by Nola Taylor Redd
shows the relative sizes of young stars,
from the smallest red dwarfs, weighing in at about 0.1 solar masses,
through low-mass yellow dwarfs, such as the sun,
to massive blue dwarf stars weighing eight times more than the sun,
as the 300-solar-mass star named R136a1.
About half of all known stars are more massive; about half have less mass.
At the top end of the scale, the most massive known star in the sky is R136a1, a star more than 300 times as massive as our sun. And it's not alone in dwarfing Earth's dominant star.
This massive star lies
outside our galaxy; it's part of the
Large Magellanic Cloud, one of the
Milky Way's satellite galaxies.
(Its mass when discovered was estimated at 265 solar masses, but further observations in 2016 with NASA's Hubble Space Telescope refined the original measurements - The R136 star cluster dissected with Hubble Space Telescope/STIS.)
Although this makes it the most massive known star, it was once even larger.
Although R136a1 is the most massive known star, it is not the largest, since it only stretches about 30 times the radius of our sun.
An illustration of the approximate size of
UY Scuti compared to the Sun
The largest known star is
UY Scuti, a hypergiant with a
radius somewhere around 1,700 times larger than the sun. Its mass,
however, is only 30 times that of our nearest star.
Its powerful radiation would have serious consequences for Earth.
While stars like the sun are made up predominantly of hydrogen and helium, Wolf-Rayet stars carry high amounts of other heavy elements.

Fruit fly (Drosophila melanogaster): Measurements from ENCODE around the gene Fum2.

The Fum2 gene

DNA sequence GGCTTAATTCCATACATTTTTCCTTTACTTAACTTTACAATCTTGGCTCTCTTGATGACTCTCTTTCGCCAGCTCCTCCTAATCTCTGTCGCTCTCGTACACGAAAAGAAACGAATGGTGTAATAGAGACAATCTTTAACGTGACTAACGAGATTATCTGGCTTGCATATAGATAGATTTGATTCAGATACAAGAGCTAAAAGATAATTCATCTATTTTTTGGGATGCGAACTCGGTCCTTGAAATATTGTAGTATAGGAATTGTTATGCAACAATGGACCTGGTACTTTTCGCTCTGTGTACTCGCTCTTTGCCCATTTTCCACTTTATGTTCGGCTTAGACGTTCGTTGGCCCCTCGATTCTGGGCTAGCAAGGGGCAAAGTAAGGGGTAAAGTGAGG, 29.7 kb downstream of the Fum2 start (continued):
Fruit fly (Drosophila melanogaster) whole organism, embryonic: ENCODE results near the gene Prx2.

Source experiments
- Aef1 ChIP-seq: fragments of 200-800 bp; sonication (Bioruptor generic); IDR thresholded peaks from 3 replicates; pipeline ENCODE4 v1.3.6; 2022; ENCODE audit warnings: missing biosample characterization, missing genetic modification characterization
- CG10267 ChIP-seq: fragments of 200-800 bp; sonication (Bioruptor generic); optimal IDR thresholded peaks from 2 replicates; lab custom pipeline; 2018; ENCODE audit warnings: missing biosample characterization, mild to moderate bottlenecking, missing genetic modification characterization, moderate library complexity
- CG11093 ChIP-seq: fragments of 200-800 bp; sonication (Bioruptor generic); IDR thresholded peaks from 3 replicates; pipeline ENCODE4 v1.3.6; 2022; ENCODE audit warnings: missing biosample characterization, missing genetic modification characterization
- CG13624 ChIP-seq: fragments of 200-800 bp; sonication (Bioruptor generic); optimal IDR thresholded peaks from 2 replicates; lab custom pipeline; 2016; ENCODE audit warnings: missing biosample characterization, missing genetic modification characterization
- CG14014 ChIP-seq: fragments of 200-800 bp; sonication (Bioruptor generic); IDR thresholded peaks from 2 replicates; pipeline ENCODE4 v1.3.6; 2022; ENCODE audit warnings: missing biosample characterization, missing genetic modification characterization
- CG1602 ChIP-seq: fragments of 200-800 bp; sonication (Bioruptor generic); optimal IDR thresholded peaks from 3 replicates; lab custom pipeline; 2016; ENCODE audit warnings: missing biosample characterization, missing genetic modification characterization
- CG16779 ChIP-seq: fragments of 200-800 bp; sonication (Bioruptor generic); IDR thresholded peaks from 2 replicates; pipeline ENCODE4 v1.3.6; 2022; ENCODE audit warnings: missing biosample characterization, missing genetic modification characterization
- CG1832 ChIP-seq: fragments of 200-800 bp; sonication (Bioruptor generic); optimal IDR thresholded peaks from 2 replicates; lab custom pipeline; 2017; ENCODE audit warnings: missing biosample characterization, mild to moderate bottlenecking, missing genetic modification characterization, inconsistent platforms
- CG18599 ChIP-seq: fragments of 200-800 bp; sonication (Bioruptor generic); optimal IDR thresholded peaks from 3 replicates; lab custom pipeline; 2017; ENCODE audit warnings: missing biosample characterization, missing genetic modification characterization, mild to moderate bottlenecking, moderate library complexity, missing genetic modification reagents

Massive stars like R136a1 can have profound effects on their environment.
Their high radiation
pressures are thought to drive powerful stellar winds. The winds can
distribute about 10 solar masses of material per million years at
speeds of up to 1,864 miles (3,000 kilometers) per second.
Scientists know of just over 200 Wolf-Rayet stars in the galaxy, but the Milky Way is estimated to contain as many as 2,000 of them, most of them hidden by dust.
Roughly half of Wolf-Rayet
stars are thought to have companions, either another massive star, a
black hole or a neutron star.
While the universe
started out filled with hydrogen and helium, stars are the factories
that churn those light elements into almost every other element.
When massive stars die an explosive death, they blow that material
off, where it is gathered by other stars and formed into planets.
Collisions between neutron stars are thought to be one source of gravitational waves.
A 2018 study of the Tarantula Nebula, also called 30 Doradus or 30 Dor, revealed that R136a1 is not alone; the nebula hosts several other stars with the greatest masses yet detected.
While hunting for stars more than 30 solar masses in size, researchers found a wealth of much larger stars.
Fabien Schneider and his colleagues used the European Southern Observatory's Very Large Telescope (VLT) in Chile to analyze the masses and ages of about 800 massive stars in the Tarantula Nebula.
They found about 30 percent more stars with masses more than 30 times that of the sun than they expected, and about 70 percent more than expected above 60 solar masses.
But in light of the new study,
Some of the other most massive stars include:
All of these stars lie in
the Tarantula Nebula in the Large Magellanic Cloud.
However, the Milky Way has its own contenders.
The enormous star orbits
the galaxy in its Perseus Arm in the open cluster IC 1805, which
lies in the constellation of Cassiopeia.